Why I became an activist - building solidarity with girls globally

24 November 2022

As the 16 Days of Activism against Gender Based Violence starts, ActionAid Community Campaigner, 20-year-old Sharvari reflects on how she became an activist and what activism really means. 

Our girl-led research project, designed and carried out by teams in Bangladesh, Ethiopia, Indonesia and the UK, provides an opportunity to shift power back to girls and express their power to make change.

Our girl-led research project, designed and carried out by teams in Bangladesh, Ethiopia, Indonesia and the UK, provides an opportunity to shift power back to girls and express their power to make change. Photo: Maitree Muzumdar/ActionAid

In March 2022, I went to an evening talk with education activist Vee Kativu and Nobel Peace Prize winner Malala Yousafzai which inspired me to start my activism journey.

But when I got home, the self-doubt kicked in. What did I have to offer and where could I even start?

In that moment it felt like I had to single-handedly dismantle the patriarchy. While I would have loved that (and it would’ve been incredibly impressive), sometimes we feel like we have to fix everything by ourselves, ultimately leaving us paralysed. I have since learnt that becoming a Community Campaigner or activist alongside others is the way to go because we have more strength when we unite with each other. 

Why I became a community activist

I went to an all-girls school, and it often felt like it was a competition between us to get our voices heard or that there wasn’t enough space for all of us to have success.

My parents also think I have really big ideas about the world and the impact I can have. I think that is because the older generation was told they couldn’t make change.

Also, the government and people in power haven’t been listening to young girls and women for too long.

This is just another way the patriarchy controls women – it makes us believe there is limited space for women and what we can achieve.

But I believe we can. The more activism I do, and the more women I see at the top, the more I realise that there is space for us all, myself included.

I think we have to be bold with our voices because all over the world girls have their power snatched away from them. Their voices are silenced or overridden by others who think they know what’s best. We have to put power back into the hands of girls. 

One of the main reasons I’m so passionate about campaigning for ActionAid is that they prioritise girls and put them at the forefront of their decisions and funding. They want to hear girls' voices.

Through my work as a Community Campaigner at ActionAid, I am learning that power is shared and it’s the small actions like signing petitions and having difficult conversations that really make the difference.

16 days of Activism against Gender-Based Violence

This year, for the annual 16 days of Activism against Gender-Based Violence, ActionAid UK will shine a light on "Building power together: a girl-led research project" that gives power back to the girls in their own communities.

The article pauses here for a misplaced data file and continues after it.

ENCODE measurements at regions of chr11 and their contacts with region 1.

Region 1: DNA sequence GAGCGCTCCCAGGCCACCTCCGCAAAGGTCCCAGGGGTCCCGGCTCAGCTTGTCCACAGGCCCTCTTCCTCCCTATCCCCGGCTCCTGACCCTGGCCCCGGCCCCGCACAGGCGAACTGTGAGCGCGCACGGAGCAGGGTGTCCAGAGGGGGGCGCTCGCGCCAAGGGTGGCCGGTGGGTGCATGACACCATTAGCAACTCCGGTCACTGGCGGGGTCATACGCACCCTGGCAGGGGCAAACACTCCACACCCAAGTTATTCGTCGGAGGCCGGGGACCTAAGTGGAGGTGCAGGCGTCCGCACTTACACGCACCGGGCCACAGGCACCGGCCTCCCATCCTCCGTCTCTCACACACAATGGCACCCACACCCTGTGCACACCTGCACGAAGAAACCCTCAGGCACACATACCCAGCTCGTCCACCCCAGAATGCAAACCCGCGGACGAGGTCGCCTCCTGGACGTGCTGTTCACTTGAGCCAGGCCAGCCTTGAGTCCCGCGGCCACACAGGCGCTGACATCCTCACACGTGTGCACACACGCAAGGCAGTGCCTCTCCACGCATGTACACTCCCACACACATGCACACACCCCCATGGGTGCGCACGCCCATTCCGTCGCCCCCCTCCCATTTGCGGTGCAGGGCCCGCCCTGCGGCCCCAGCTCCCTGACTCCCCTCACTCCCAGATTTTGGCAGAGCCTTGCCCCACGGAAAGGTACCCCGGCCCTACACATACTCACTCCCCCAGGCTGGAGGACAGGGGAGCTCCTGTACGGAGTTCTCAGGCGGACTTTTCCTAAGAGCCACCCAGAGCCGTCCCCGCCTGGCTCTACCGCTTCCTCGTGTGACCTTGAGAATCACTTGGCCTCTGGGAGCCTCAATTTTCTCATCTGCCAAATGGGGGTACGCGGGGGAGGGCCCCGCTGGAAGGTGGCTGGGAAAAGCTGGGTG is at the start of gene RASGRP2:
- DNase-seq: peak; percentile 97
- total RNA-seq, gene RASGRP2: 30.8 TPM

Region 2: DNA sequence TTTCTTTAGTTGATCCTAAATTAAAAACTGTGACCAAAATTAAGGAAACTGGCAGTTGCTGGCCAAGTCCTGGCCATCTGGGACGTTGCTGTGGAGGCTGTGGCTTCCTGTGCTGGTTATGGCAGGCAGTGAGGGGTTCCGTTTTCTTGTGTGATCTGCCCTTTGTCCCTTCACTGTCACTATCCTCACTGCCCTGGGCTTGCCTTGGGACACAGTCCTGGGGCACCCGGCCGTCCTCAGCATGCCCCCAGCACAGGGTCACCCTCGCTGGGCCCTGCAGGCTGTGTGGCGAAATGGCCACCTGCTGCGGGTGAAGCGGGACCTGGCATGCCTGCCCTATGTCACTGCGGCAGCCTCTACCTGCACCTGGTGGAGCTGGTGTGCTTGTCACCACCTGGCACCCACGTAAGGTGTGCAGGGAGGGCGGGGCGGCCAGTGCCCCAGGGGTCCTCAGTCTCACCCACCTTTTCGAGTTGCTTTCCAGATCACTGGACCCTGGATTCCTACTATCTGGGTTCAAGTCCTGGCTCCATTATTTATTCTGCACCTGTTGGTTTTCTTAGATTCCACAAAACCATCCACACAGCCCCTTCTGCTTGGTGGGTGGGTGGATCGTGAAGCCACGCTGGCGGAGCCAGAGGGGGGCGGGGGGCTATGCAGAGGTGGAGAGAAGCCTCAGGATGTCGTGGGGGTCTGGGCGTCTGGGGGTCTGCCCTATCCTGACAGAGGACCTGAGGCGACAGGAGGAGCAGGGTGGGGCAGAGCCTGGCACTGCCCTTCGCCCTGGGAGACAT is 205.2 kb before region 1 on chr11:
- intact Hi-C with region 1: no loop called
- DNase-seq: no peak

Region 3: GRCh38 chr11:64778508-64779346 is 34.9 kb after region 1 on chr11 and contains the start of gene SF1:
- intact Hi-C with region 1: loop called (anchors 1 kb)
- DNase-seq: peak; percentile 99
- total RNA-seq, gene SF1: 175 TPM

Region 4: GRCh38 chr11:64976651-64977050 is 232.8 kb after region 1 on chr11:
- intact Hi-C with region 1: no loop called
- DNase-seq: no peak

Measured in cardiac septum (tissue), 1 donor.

The research highlights the pressing need for action against gender-based violence and its impact on girls which worsened over the pandemic.

Adolescent girls and young women in Bangladesh, Ethiopia, and Indonesia investigated the effect of the pandemic on mental and sexual health services, and education. They bravely confronted members of their communities including men during interviews on subjects such as menstruation, violence and child marriage.

It is this kind of courage that inspires me and motivates me to continue campaigning with ActionAid; the strength of not just these girls but an organisation full of inspiring women.


An illustration shows girls' struggle for safety during the pandemic

An illustration shows girls' struggle for safety during the pandemic .

Maitree Muzumdar/ActionAid

Giving power back to girls

At the start of November 2022, ActionAid UK ran an exciting discussion with some of the girls and young women involved in the research in Bangladesh and Ethiopia. The panel was called ‘Girls Leading the Way’ and I was asked to join.

During the panel, the girls addressed the lack of access to quality health services, lack of information on mental health and sexual and reproductive health, and the alarming rates of child marriage, unplanned pregnancies and sexual harassment globally. 

It feels like since the pandemic we’ve taken a step backwards in our efforts to reduce gender inequality. Witnessing these impressive young women debate important issues in person made these concerns that much more pressing - they are not just another statistic in a research paper. These girls know the changes they wish to see and they have the solutions within them.

For example, one of the female panellists called for governments to give girls the power to make decisions about where funding needs to go, through girl-led groups and programmes and invest from the bottom up in these services.

The UK government needs to reinstate funding for women's and girls’ rights fully. It needs to prioritise services that have been most affected by the pandemic.

Violence against women and girls remains the most pervasive form of human rights violations, with a third of women and girls around the world reporting personal incidents. Currently, many girls are stuck under someone else’s power; their voices are silenced or overridden.

This needs to end. We need to raise more awareness of the issue and one way to do this is to get more people to engage with the incredible research that the girls led.

We need to recognise our power, our voices, and more importantly, our actions matter. Girls want change. Let's do our bit to help achieve that.

Find out more about ActionAid’s Building power together: a girl-led research project.